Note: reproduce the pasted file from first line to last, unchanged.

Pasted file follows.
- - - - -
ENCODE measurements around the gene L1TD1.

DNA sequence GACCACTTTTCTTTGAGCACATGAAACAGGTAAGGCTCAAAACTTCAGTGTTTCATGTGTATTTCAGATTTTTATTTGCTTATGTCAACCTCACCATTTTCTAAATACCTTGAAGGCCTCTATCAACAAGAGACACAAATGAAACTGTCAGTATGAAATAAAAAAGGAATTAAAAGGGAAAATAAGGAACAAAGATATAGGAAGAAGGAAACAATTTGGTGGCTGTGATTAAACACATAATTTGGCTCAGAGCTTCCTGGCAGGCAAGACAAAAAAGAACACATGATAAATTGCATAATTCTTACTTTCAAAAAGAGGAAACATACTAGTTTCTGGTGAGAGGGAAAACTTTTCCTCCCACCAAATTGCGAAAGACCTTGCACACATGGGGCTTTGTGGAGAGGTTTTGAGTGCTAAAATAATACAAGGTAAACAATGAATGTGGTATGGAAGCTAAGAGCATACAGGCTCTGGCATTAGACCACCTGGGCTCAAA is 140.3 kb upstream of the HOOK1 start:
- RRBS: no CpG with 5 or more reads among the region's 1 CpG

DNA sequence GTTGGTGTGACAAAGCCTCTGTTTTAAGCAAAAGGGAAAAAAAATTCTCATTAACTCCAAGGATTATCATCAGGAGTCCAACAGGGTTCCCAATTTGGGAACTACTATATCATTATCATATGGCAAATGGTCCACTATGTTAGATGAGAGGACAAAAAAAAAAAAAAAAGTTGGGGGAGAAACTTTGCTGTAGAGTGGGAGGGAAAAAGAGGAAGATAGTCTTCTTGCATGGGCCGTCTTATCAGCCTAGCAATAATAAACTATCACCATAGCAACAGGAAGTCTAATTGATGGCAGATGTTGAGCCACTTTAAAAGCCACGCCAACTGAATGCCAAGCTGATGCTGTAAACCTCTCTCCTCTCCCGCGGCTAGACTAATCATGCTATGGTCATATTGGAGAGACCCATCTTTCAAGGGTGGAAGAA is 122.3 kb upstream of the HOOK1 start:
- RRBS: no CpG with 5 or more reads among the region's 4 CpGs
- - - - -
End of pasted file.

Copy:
ENCODE measurements around the gene L1TD1.

DNA sequence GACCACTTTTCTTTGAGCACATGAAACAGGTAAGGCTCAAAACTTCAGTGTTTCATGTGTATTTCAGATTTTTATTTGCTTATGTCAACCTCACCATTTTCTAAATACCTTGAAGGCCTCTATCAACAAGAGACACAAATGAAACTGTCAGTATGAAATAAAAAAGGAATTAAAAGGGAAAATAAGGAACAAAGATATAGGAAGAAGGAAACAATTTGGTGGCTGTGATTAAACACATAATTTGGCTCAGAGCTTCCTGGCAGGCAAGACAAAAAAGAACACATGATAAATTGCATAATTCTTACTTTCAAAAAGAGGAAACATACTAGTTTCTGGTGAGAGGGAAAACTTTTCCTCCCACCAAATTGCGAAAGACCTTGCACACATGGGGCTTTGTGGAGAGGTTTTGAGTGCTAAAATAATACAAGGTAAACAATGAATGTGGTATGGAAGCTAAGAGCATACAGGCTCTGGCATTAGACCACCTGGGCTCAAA is 140.3 kb upstream of the HOOK1 start:
- RRBS: no CpG with 5 or more reads among the region's 1 CpG

DNA sequence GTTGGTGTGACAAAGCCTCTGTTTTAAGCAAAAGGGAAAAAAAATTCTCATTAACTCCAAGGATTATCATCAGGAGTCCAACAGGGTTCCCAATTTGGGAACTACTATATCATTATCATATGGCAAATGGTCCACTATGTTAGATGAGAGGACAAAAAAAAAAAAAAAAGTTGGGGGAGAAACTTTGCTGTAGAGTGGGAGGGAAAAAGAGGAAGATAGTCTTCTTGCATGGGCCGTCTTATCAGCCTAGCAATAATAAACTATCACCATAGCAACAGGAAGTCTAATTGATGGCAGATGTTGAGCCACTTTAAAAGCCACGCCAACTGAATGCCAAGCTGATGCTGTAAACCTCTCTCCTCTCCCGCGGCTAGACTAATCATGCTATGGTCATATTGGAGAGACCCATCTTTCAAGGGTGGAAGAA is 122.3 kb upstream of the HOOK1 start:
- RRBS: no CpG with 5 or more reads among the region's 4 CpGs